Prospects for increasing diversity in the Iowa legislature (post-filing edition)

Now that the deadline to compete in the Democratic or Republican primaries has passed, the field of candidates is set in most of the 100 Iowa House districts and 25 Iowa Senate districts that will be on the ballot this fall.

It’s time for a first look at chances to increase diversity in the state legislature for the next two years. The proportion of white lawmakers is unlikely to change, while the proportion of women could move in either direction.

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What to Expect at an Iowa Democratic Caucus

Good advice from Claire Celsi, who is also this year’s Democratic candidate in Iowa House district 42. -promoted by desmoinesdem

I’ve officially turned into my Mother. We used to make fun of her for all the stuff she carries around in her purse, but if you really need some lip balm or some gum, or a piece of chocolate, Mom was there with her 15-compartment bag.

It’s in that “I’ve thought of everything” spirit that I bring you my “What to Expect” tip for a Democratic Iowa Caucus. Republican caucuses are shorter and weirder – they use secret ballots. So, no tips for you!

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Claire Celsi challenging Peter Cownie in Iowa House district 42

Claire Celsi photo 12193318_10153708767548767_1620323103440660694_n_zpsajsu95cd.jpg

Claire Celsi announced on Monday that she is running against Republican State Representative Peter Cownie in Iowa House district 42, which covers most of West Des Moines in Polk County. A detailed district map is below, along with background on both candidates. Celsi’s campaign is on the web at Claire4Iowa.com and on Facebook here. Celsi is also on Twitter. Her key campaign promises are to “fight for strong public education, protecting our environment and for sensible economic development that includes the district’s small business owners in the mix.”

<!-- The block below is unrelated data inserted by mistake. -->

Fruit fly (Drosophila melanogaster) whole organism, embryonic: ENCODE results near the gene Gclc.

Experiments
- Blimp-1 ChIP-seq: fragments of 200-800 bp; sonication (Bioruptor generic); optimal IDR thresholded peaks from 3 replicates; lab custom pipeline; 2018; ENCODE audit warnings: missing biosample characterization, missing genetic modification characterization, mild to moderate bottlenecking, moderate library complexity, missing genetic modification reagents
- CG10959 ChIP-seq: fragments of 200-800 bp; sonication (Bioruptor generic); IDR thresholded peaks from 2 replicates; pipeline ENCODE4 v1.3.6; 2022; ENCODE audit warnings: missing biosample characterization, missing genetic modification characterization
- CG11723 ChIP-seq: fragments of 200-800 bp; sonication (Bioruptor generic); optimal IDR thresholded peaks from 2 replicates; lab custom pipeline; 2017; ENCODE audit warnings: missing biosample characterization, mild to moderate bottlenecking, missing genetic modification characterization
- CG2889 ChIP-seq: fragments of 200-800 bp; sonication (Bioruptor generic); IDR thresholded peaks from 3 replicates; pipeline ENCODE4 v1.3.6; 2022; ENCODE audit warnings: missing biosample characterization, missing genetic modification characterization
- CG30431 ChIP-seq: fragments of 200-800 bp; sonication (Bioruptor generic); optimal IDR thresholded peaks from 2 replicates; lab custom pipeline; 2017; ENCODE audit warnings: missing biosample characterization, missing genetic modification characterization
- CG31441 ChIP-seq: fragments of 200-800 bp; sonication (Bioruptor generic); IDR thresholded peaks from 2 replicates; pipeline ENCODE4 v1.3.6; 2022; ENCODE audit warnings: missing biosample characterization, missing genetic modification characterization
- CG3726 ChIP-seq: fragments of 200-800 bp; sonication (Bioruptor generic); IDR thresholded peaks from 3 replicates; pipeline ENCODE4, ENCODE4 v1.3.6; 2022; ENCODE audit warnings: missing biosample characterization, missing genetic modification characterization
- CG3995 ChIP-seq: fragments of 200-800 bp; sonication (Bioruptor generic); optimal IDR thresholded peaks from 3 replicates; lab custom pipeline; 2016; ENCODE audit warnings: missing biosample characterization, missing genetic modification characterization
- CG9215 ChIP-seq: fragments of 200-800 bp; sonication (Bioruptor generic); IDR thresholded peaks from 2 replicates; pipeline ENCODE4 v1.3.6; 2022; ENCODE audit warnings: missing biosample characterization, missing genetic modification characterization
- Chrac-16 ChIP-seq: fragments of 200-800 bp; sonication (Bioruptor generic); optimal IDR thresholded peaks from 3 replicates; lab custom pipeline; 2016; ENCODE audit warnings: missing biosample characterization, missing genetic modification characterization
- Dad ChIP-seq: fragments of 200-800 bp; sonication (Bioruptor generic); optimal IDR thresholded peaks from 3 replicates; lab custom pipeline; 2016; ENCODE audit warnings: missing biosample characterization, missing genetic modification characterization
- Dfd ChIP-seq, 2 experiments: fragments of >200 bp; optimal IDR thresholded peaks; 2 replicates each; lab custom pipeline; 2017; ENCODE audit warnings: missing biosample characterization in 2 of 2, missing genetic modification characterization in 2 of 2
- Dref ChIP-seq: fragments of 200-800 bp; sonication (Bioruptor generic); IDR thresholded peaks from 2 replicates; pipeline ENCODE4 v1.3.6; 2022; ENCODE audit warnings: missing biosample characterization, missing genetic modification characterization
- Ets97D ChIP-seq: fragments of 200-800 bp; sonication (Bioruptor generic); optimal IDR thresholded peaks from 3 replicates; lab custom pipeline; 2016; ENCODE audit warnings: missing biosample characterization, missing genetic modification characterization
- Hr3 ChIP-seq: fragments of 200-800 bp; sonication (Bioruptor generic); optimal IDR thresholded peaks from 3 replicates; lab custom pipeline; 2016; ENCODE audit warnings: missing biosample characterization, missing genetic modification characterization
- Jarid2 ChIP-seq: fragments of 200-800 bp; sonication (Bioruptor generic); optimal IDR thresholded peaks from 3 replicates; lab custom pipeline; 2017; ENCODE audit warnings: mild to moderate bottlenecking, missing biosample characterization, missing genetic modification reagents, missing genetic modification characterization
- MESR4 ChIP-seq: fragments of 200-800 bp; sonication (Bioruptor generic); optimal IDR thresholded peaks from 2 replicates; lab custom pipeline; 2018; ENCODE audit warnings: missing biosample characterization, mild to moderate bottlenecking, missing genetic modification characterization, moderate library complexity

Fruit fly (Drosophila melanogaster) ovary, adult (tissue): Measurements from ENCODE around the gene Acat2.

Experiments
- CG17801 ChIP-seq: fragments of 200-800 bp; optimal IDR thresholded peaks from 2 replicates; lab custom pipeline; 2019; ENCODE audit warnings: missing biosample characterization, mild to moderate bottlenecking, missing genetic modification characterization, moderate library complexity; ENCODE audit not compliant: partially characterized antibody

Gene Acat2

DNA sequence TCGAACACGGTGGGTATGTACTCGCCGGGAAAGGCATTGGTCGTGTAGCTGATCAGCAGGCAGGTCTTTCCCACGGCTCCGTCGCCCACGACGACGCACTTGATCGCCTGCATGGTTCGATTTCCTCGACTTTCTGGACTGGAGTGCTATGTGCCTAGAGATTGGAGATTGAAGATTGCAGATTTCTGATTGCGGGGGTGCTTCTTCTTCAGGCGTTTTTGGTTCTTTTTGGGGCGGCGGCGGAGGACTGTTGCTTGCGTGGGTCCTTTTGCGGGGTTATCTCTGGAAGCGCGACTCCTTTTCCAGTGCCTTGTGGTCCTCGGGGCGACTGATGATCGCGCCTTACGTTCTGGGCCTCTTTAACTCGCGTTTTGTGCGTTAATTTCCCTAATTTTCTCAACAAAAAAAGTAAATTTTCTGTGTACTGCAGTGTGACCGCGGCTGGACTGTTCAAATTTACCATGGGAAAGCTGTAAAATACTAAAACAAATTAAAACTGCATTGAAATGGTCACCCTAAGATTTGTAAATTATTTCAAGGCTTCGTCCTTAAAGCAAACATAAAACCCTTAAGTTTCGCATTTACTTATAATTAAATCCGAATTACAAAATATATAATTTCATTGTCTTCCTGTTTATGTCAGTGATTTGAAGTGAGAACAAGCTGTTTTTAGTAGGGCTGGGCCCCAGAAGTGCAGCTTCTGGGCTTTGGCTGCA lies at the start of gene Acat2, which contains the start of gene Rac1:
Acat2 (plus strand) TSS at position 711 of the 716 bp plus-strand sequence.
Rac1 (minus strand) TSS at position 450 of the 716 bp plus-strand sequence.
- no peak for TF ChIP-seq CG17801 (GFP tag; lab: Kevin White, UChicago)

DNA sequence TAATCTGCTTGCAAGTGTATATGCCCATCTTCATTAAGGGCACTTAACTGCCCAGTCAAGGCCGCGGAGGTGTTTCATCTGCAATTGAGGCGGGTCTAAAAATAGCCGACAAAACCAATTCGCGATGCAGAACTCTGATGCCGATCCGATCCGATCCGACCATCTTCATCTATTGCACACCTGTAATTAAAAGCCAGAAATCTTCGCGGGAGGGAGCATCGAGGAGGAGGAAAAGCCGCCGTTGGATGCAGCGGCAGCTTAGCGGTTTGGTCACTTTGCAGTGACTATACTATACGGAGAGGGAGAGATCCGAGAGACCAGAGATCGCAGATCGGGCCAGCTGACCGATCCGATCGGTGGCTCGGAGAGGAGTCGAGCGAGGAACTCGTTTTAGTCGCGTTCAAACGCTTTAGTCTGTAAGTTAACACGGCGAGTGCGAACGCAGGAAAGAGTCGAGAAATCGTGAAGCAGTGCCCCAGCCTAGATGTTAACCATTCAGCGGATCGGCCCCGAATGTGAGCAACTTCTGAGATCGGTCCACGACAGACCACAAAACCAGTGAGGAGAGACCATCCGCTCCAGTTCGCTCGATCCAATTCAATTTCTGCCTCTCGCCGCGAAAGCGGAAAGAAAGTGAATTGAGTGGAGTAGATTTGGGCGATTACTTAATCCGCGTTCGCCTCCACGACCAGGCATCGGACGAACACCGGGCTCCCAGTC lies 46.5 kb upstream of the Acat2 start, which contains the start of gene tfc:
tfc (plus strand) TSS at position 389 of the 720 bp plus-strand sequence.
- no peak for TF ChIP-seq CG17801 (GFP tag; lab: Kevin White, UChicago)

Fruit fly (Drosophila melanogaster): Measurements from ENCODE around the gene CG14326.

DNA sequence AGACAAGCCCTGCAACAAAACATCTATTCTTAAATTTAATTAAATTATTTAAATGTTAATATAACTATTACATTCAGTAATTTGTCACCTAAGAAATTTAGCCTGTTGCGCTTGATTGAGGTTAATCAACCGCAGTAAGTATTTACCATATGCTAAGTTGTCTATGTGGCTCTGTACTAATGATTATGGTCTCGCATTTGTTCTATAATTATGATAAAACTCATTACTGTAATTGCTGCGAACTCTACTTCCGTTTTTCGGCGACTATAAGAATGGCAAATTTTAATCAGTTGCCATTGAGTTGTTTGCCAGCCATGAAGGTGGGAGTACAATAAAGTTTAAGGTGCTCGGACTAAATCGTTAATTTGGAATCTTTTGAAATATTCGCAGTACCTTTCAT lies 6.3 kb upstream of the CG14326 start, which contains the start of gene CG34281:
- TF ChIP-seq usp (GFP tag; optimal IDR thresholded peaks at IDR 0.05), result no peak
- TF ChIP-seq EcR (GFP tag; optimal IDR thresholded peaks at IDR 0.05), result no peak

House district 42 is relatively balanced politically, with 6,242 active registered Democrats, 7,097 Republicans, and 6,676 no-party voters, according to the latest figures from the Iowa Secretary of State’s office. The HD-42 precincts voted slightly more Republican than Iowa did as a whole in the 2012 presidential election, giving Barack Obama 49.85 percent of the vote while Mitt Romney won 48.83 percent. On the other hand, Joni Ernst outpolled Bruce Braley here in the 2014 U.S. Senate race by a little less than her winning margin statewide: 51.55 percent to 45.51 percent.

Cownie outperformed the top of the Republican ticket in the last two general elections, winning 56.61 percent of the vote in 2012 and 60.17 percent of the vote last year. He comes from a well-connected family in Polk County, which helped him raise far more money than a typical Iowa House incumbent for his 2012 and 2014 re-election campaigns. Cownie spent very little of those funds on his own race, kicking most of the cash over to the Republican Party of Iowa and its Eisenhower Club for use in other statehouse contests.

First elected in 2008 to replace retiring Republican lawmaker Libby Jacobs, Cownie has chaired the House Commerce Committee since 2013 and led the State Government Committee for two years before that. He is not what you’d call a workhorse at the Capitol. He has co-sponsored various bills and resolutions, but I’m not aware of any particular legislative achievements or causes he has tried to advance. Although many moderate Republicans live in West Des Moines, I can’t think of a time Cownie voted independently from his caucus or stuck his neck out to advocate a less conservative stance on a high-profile issue. For instance, even though he represents an LGBT-friendly district and is of a generation that mostly supports marriage equality, Cownie voted just like everyone else in the GOP caucus for a constitutional amendment to ban same-sex marriage in 2011. (He opted not to co-sponsor the marriage amendment in subsequent legislatures, but to my knowledge he has never spoken out for equal marriage rights.) Nor did Cownie criticize, let alone try to over-ride, Governor Terry Branstad’s education funding vetoes this summer, which blew a $1 million hole in the West Des Moines school district’s budget after the start of the current fiscal year.

Cownie was rumored to be interested in the House speaker’s chair in 2013, but when the position became available this summer, he did not put his name in as an alternative to Linda Upmeyer.

Iowa House Democratic leaders have not made this district a top target in the past. However, Celsi has been involved with enough Democratic campaigns to understand what successful candidates need to do. If she can raise enough money to run a credible effort, HD-42 could become a targeted race. At the very least, Cownie will need to spend more of his energy and money on his own turf. I consider Celsi a friend and will make time to volunteer for her campaign next year, when I’m not knocking doors for the Democratic nominee in my own House district. (Jennifer Konfrst and Jon Neiderbach are competing for the chance to take on House Majority Leader Chris Hagenow in HD-43.)

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